Printed aerogel’s translation of sign language speaks volumes for 3D graphene materials
Scientists in China have printed conductive 3D graphene structures and applied them in a wearable electronic device that can translate common sign language gestures into written text. Given the simplicity underpinning its manufacture, during which graphene ink is extruded from a syringe, this material could inject some pace into the printed electronics field.
Wearable and bio-integrated devices are mainstays in medical technology, ranging from adhesive patches that measure heart and respiratory rate to brain–computer interfaces that induce neural activity. Its remarkable mechanical and electrical properties cast graphene, a 2D honeycomb lattice of carbon atoms, as a key future player in the wearable technology arena. However, it is a challenge to preserve the advantages of graphene’s sheet-like nanostructure in a 3D material that – unlike typical 2D materials – can relay information about forces from every angle.
Yanlin Song and co-workers at the University of the Chinese Academy of Sciences, Beijing, and Shenyang Jianzhu University, Shenyang, have recently developed a 3D graphene material with air-filled voids that allow it to be compressed and stretched in all directions.
The aerogel’s conductivity varies with physical deformation, letting it relay subtle body movements with electrical cues. Once the researchers equipped it with electrodes and packaged it in poly(dimethylsiloxane), the graphene material could be used to make a wearable device programmed to recognise hand gestures and turn them into written and spoken words.
According to Fengyu Li, one of the researchers working with Song, the aerogel is made using ‘quite traditional printing technology’, involving the simple extrusion of oxidised graphene ink from a syringe. Vacuum freeze-drying then removes the liquid component of the ink, and chemical reduction with hydroiodic acid improves the resulting aerogel’s electrical conductivity.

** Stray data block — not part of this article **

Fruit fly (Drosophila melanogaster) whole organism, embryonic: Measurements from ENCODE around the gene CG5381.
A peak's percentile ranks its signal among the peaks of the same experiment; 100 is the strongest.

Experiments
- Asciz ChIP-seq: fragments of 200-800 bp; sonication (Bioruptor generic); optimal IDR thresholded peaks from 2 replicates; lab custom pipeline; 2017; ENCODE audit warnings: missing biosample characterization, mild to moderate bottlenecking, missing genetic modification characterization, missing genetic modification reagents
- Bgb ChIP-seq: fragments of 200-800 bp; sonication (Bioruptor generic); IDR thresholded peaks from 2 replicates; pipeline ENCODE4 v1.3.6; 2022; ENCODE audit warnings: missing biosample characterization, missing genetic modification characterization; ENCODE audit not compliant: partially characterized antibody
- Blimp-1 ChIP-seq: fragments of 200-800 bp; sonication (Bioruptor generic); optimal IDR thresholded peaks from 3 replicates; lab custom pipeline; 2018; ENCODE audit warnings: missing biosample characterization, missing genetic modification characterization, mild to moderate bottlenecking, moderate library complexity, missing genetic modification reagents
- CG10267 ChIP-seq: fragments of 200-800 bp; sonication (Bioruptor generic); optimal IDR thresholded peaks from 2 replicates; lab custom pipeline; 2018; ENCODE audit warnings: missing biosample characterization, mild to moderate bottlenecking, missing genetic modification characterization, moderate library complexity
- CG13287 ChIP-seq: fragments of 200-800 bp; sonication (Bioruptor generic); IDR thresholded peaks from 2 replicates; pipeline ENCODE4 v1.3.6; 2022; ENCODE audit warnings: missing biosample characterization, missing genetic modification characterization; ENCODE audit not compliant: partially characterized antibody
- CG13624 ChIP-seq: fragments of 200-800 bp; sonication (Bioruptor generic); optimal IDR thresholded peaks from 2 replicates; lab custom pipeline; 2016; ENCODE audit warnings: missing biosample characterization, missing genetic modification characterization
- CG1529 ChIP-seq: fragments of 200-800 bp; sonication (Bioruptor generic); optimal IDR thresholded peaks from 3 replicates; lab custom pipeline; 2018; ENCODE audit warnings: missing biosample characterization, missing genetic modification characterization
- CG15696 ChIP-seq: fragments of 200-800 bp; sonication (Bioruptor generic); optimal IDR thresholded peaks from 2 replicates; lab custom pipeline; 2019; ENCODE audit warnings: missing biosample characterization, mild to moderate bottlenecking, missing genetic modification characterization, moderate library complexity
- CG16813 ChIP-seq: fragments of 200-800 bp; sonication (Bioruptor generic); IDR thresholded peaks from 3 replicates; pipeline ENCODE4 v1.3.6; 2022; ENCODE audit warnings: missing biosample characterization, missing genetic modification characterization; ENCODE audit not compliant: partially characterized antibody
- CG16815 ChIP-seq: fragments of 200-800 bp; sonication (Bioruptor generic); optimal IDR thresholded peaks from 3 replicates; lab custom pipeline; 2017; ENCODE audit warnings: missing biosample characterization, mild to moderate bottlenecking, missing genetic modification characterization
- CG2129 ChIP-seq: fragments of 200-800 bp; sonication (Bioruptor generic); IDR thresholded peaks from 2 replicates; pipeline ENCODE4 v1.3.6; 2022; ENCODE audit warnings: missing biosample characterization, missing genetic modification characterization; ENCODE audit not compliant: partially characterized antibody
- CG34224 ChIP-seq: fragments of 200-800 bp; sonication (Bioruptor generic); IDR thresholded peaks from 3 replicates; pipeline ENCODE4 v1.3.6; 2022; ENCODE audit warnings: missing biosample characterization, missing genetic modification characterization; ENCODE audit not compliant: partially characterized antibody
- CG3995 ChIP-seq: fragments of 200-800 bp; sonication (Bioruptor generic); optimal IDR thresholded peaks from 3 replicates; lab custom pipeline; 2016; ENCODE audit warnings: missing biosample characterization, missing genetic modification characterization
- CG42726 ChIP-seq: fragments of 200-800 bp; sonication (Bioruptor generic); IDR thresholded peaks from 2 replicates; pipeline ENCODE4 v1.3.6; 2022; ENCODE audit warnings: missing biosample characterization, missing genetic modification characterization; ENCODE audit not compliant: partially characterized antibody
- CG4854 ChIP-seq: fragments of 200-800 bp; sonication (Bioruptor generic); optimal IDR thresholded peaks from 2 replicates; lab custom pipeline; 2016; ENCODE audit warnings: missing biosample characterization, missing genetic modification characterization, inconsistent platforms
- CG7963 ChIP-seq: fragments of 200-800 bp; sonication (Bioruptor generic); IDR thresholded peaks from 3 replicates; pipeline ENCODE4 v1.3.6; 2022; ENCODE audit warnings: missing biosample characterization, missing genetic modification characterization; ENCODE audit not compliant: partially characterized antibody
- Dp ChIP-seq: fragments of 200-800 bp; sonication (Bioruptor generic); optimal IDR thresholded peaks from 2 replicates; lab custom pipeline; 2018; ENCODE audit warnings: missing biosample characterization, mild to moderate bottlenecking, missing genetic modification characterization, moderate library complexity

‘Printing, I think, is the most effective technique for creating surface patterns for materials to tailor their functional properties,’ says Li. ‘We are also currently using it with silver nanoparticles and quantum dots to create electronic devices.’
‘It is exciting to witness the rapid innovation in this dynamic field,’ comments Marcus Worsley from Lawrence Livermore National Laboratory, US, who also works on aerogels made of carbon nanomaterials. ‘The success of this research in applying printed graphene aerogels to wearable flexible electronics is a big step forward in demonstrating their great potential.’
This article is free to access until 06 October 2016
B An et al, Chem. Commun., 2016, DOI: 10.1039/C6CC05910D
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